Alphonso Johnson

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Alphonso Johnson
Alphonso Johnson.jpg
Johnson performing in Rochester, New York in 1977.
Background information
Birth name Alphonso Johnson
Born (1951-02-02) February 2, 1951 (age 65)
Philadelphia, Pennsylvania, U.S.
Genres Jazz, jazz fusion, funk
Instruments Bass guitar, acoustic bass guitar, chapman stick, warr guitar
Years active 1970-present
Associated acts Weather Report, Bobby and the Midnites, Jazz Is Dead

Alphonso Johnson (born February 2, 1951) is an American jazz bassist, who has been influential since the early 1970s.


Born in Philadelphia, Pennsylvania, Johnson started off as an upright bass player, but switched to the electric bass in his late teens. Beginning his career in the early 1970s, Johnson showed innovation and fluidity on the electric bass. He sessioned with a few jazz musicians before landing a job with Weather Report,[1] taking over for co-founding member Miroslav Vitous. His playing was featured on the Weather Report album Mysterious Traveller (1974) on the songs "Cucumber Slumber" and "Scarlet Woman". Johnson appeared on two more Weather Report albums Tale Spinnin' (1975) and Black Market (1976) before he left the band to work with drummer Billy Cobham.[1] During 1976-77 he recorded three solo albums as a band leader, for the Epic label, in a fusion-funk vein.

Johnson was one of the first musicians to introduce the Chapman Stick to the public. In 1977 his knowledge of the instrument offered him a rehearsal with Genesis, who were looking for a replacement for guitarist Steve Hackett.[2] Being more of a bassist than a guitarist, Johnson instead recommended his friend ex-Sweetbottom guitarist and fellow session musician Daryl Stuermer, who would go on to remain a member of Genesis's touring band until the 2007 reunion tour.

Johnson was one of two bass players on Phil Collins's first solo album, Face Value, in 1981.

In early 1982, Johnson joined Grateful Dead member Bob Weir's side project Bobby and the Midnites. He would reunite with Weir in 2000, playing bass in place of Phil Lesh on tour with The Other Ones. He has also performed fusion versions of Grateful Dead songs alongside Billy Cobham in the band Jazz Is Dead.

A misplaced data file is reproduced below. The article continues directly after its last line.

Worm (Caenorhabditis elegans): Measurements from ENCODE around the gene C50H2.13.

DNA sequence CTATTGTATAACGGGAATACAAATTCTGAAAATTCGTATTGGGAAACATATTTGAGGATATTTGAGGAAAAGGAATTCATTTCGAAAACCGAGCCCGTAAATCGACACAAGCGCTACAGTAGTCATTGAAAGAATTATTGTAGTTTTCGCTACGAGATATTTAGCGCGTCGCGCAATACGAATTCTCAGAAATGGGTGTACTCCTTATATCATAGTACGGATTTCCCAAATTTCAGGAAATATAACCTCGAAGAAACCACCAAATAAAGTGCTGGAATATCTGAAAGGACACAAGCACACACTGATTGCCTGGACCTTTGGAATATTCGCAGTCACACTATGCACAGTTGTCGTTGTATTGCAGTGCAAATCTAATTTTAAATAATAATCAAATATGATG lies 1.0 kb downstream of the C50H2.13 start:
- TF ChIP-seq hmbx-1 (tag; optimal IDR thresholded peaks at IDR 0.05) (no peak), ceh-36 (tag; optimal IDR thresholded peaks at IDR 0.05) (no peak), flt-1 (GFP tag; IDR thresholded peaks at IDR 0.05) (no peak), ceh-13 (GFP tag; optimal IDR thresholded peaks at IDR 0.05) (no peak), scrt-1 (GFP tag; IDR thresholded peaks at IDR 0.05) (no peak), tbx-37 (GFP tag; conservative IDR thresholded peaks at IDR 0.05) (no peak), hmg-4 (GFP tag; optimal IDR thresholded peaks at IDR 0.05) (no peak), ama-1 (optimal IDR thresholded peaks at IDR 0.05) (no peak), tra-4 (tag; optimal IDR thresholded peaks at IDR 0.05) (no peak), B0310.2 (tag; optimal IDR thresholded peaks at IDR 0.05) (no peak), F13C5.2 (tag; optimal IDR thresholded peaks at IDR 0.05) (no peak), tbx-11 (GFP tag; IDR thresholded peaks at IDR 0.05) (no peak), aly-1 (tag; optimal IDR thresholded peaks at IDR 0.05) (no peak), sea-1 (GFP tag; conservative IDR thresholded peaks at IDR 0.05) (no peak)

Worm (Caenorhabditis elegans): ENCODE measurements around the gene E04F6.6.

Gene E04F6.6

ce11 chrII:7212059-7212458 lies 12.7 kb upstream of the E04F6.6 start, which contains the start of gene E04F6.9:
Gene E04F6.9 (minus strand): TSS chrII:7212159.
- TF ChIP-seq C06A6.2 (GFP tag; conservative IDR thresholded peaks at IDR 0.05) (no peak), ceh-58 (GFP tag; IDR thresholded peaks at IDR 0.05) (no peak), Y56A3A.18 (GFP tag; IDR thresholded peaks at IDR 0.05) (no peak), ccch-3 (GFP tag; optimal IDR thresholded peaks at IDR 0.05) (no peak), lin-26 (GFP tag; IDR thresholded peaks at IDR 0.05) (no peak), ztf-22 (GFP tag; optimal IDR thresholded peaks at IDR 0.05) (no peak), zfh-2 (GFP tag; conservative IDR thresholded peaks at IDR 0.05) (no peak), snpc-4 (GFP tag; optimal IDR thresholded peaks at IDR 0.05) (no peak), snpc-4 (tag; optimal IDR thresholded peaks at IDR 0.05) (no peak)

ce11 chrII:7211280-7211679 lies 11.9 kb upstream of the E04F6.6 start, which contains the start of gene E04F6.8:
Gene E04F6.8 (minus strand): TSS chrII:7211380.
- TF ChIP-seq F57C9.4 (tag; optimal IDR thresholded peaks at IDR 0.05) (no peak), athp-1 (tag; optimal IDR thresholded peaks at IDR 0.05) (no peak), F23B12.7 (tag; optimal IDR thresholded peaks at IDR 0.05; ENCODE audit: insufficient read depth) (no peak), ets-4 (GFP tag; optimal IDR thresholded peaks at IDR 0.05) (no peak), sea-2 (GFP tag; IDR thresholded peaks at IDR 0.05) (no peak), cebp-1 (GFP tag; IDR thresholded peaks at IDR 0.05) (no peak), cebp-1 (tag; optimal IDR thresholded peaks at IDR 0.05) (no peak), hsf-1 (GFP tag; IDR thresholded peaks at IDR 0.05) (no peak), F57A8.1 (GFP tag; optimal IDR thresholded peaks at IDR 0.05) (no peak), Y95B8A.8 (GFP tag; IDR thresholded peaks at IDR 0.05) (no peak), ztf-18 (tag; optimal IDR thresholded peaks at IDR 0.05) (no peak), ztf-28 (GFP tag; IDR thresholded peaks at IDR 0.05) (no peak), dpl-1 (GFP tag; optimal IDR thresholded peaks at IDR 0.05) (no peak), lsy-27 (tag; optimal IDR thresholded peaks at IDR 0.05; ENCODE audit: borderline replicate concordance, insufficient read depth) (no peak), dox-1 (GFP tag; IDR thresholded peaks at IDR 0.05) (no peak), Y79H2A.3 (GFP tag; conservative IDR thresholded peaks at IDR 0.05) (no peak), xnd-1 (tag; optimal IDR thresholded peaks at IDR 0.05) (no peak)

In 1983, he performed on the hit title track from Jeffrey Osborne's Stay with Me Tonight album. He then played in the Latin/rock band Santana in 1985-1989.

In 1996, Johnson played bass on tracks Dance on a Volcano and Fountain of Salmacis on Steve Hackett's Genesis Revisited album.

Later in 1996, Johnson toured Europe and Japan with composer and saxophonist Wayne Shorter, pianist James Beard, drummer Rodney Holmes, and guitarist David Gilmore.

Since the fall of 2011 he has been working toward a music education degree at the Department of Music at California State University, Northridge. He has an extensive experience as a bass teacher and has conducted bass seminars and clinics in Germany,[3][4][5][6] England, France, Scotland, Ireland, Japan, Switzerland, Australia, Brazil and Argentina.


Johnson has two sons named Myles Ramon and Malcolm Ra Johnson who are following in their father's footsteps as artists. Myles is studying to become a film director and Malcolm is attending the Academy of Art studying illustration. The two are working together on a graphic novel titled "Roof Top Jazz."

Myles and Malcolm plan to release a feature film in October 2014 titled "Curious."


Electric basses[edit]

  • Lobue Custom
  • Warwick Alphonso Johnson Custom Shop Bass Guitar[3][7]
  • Warwick Infinity
  • 5 String Modulus Fretted and Fretless Bass

Acoustic basses[edit]

  • Washburn AB45


As leader[edit]

As sideman[edit]

With Chuck Mangione[edit]

  • Land of Make Believe (Mercury Records, 1973)

With Jeffrey Osborne[edit]

  • Stay With Me Tonight

With Michael Jackson[edit]

  • Man In The Mirror

With Weather Report

With Eddie Henderson

With George Duke / Billy Cobham Band

With Rod Argent

  • Moving Home (1978)

With Phil Collins

With Bob Weir

With Santana

With Steve Hackett


  1. ^ a b Yanow, Scott. "Alphonso Johnson: Biography". Allmusic. Retrieved 15 July 2011. 
  2. ^ Alphonso Johnson
  3. ^ a b Wetzel, Michael (September 11, 2013). "Video: German Warwick Bass Guitars". Deutsche Welle TV. Retrieved August 8, 2014. 
  4. ^ Herrera, Jonathan (September 30, 2013). "Warwick Bass Camp 2013: The Best of the Bass". Premier Guitar. Retrieved February 23, 2015. 
  5. ^ Pilger, Georg; Schmitz, Ralf (January 5, 2014). "Video: Warwick Bass Camp 2013". JazzrockTV. Retrieved January 30, 2015. 
  6. ^ "Alphonso Johnson". Gitarre & Bass Magazine. Retrieved November 27, 2013. 
  7. ^ "Video: Warwick Custom Shop Basses: Jack Bruce Signature for Alphonso Johnson". Warwick. Retrieved November 26, 2013. 

External links[edit]